As if COVID-19 hasn’t claimed enough victims around the world, a United Kingdom research group has found another detrimental repercussion of the pandemic.
Their study concluded that the incidence of de novo brain metastases has been higher among patients with stage 4 NSCLC during the COVID19 era (39%) compared with historical rates (25%).
In a poster presentation during the European Lung Cancer Virtual Congress 2021 (abstract 180P), the authors explained that two of the by-products of the pandemic have been reduced rates of diagnostic procedures and late disease presentation, both of which may lead to late diagnosis of NSCLC.
“De novo brain metastases may thus be more common during COVID-19,” they wrote. The researchers also noted the need to define the baseline incidence of brain metastases in asymptomatic NSCLC patients.
To help address these questions, the investigators enrolled 172 consecutive patients who presented to the Royal Marsden Hospital in London between June and November 2020, all of whom had stage IV NSCLC. A total of 95 patients (55%) underwent brain imaging, while the remaining 77 (45%) did not. Data were collected prospectively and analyzed descriptively.
According to principal investigator Wanyuan Cui, MB BS, a Medical Oncologist at the institution, 89% of patients who had brain imaging were Eastern Cooperative Oncology Group (ECOG) performance status 0 or 1-2, compared with only 42% of their counterparts who did not undergo brain imaging. What's more, while 67% of patients who underwent brain imaging received systemic therapy, only 42% of those who had no brain imaging received systemic therapy.
Thirty-seven of 95 patients who underwent brain imaging were found to have brain metastases. Of these, only 65% were symptomatic symptoms. A total of 27 patients had between one and five brain metastases, 12 of whom (44%) were asymptomatic. By comparison, 10 patients had at least six brain metastases, only one of which (10%) was asymptomatic (p=0.07).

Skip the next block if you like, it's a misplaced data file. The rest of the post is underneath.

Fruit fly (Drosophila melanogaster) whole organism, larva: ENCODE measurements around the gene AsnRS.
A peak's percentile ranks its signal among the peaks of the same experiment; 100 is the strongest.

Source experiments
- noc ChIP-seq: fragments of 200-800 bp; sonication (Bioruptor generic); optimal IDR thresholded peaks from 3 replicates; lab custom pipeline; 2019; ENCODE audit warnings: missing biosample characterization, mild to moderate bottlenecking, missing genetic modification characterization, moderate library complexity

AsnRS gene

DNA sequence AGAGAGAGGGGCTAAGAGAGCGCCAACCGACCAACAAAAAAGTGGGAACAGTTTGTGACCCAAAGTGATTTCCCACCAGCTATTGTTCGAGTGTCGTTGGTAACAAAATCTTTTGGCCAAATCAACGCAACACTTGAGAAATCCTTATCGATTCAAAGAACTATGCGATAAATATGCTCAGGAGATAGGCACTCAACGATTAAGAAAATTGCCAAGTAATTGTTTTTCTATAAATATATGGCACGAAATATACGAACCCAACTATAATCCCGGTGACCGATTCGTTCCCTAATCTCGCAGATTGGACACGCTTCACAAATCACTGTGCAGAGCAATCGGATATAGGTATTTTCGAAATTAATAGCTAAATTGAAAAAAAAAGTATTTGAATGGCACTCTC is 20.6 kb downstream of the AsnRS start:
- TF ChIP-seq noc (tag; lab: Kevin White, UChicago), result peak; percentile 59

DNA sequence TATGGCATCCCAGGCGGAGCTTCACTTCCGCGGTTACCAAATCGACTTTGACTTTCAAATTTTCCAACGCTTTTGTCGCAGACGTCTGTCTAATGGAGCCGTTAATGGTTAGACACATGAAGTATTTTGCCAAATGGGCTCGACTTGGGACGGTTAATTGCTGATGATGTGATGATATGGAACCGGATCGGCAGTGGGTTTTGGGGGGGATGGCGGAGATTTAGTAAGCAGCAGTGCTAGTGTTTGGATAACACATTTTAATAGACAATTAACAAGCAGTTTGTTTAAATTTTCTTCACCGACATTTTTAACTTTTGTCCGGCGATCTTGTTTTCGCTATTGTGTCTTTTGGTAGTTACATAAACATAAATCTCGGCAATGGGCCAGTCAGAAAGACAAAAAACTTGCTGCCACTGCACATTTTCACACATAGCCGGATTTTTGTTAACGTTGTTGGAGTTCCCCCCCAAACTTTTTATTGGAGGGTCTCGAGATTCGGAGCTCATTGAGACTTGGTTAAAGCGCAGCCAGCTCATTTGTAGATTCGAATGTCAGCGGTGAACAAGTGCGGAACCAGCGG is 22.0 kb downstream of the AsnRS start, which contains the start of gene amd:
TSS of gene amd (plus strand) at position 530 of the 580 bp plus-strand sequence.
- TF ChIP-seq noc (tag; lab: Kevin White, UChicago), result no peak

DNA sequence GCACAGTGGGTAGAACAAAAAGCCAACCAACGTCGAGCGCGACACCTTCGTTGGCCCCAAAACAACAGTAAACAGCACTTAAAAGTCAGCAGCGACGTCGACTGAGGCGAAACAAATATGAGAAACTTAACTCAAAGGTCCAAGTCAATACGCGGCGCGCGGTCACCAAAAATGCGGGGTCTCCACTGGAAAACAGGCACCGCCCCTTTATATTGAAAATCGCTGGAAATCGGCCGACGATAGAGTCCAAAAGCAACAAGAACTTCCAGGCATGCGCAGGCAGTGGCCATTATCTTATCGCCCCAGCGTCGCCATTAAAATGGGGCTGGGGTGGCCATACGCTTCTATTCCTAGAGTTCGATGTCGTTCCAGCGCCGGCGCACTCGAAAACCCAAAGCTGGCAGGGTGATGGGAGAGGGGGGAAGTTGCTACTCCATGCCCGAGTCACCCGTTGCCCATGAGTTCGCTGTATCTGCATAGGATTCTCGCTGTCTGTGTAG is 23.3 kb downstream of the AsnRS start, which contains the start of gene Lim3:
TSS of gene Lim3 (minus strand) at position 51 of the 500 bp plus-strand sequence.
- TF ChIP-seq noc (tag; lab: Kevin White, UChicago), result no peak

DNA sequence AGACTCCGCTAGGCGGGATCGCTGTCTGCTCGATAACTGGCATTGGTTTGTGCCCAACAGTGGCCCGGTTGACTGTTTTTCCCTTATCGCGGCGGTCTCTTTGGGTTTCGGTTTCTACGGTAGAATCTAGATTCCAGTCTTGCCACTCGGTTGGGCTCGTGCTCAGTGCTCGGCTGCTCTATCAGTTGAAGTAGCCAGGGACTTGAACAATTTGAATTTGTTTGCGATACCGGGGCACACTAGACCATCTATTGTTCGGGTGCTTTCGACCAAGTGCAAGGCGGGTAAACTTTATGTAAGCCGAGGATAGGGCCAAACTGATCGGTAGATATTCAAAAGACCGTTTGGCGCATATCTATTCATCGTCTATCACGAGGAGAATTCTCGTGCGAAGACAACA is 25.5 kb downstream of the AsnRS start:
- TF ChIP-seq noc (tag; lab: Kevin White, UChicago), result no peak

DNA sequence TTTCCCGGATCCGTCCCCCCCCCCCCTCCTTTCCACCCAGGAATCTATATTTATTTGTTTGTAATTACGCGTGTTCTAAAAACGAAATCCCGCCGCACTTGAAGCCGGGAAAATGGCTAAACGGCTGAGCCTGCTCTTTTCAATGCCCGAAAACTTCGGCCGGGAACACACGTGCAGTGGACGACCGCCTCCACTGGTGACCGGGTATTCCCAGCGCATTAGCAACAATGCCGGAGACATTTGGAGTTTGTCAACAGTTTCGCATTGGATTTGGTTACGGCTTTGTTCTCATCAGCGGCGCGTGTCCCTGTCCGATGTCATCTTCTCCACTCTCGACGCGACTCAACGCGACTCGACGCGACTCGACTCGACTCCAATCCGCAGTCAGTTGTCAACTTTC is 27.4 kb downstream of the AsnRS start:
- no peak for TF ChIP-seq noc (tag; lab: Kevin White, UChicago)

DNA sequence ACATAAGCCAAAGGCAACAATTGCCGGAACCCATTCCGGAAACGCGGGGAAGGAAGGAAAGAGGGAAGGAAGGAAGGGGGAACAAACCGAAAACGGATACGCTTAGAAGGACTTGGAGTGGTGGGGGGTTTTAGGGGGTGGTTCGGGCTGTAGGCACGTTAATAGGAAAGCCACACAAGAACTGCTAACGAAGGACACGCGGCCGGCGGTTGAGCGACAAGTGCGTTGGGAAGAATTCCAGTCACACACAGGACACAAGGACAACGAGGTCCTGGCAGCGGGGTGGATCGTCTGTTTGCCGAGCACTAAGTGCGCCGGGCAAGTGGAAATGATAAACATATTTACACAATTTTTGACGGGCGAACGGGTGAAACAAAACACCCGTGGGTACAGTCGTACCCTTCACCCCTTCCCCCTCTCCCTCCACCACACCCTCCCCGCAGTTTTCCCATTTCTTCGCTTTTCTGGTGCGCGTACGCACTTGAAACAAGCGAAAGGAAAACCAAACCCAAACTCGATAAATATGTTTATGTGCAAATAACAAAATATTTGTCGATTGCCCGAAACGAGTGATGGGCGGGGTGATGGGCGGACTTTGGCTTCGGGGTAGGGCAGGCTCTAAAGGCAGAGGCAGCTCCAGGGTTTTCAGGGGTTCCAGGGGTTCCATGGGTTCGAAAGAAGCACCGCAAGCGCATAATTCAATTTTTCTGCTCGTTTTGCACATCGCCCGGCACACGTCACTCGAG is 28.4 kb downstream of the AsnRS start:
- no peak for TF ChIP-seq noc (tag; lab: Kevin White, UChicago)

Looking at the data another way, the researchers found that only 32 of the 95 patients (34%) who underwent brain imaging actually had symptoms of brain metastases. Of these, 24 (66%) had brain metastases confirmed on imaging. Interestingly, however, 13 of 63 asymptomatic patients (21%) also had brain metastases detected on imaging.
Of the 37 patients who had brain metastases, 10 (27%) underwent stereotactic radiosurgery; five of these individuals were asymptomatic. Among the remaining 27 patients with brain metastases, 12 received tyrosine kinase inhibitors alone, four received palliative radiotherapy, and one was monitored. Eight individuals were deemed to be unfit for treatment, and two patients died. Eleven of the 37 patients (30%) with brain metastases did not receive systemic therapy, the result of poor ECOG performance status in 17 individuals and patient wishes in the other four.
Mortality outcomes were assessed in February 2021, after a median follow-up period of 6.2 months. At that point, 57 patients (33%) had died. Among patients who underwent baseline brain imaging, no statistically significant difference was found in terms of in survival between those with brain metastases and those without (hazard ratio 1.38; p=0.37). In patients with brain metastases, there was no statistically significant difference in survival between those who were symptomatic and their counterparts had no symproms (HR 0.46; p=0.14). Finally, the investigators found no differences in survival between patients who did and did not have baseline brain imaging (HR 0.85; p=0.56).
These results, the researchers concluded, demonstrate that the incidence of brain metastases has been greater in NSCLC patients COVID19 than historical data demonstrate (25%).
“Brain imaging should be considered in all patients with a new diagnosis of stage 4 NSCLC,” the authors wrote. “Whether early diagnosis and treatment of brain metastases affects survival will need to be explored.”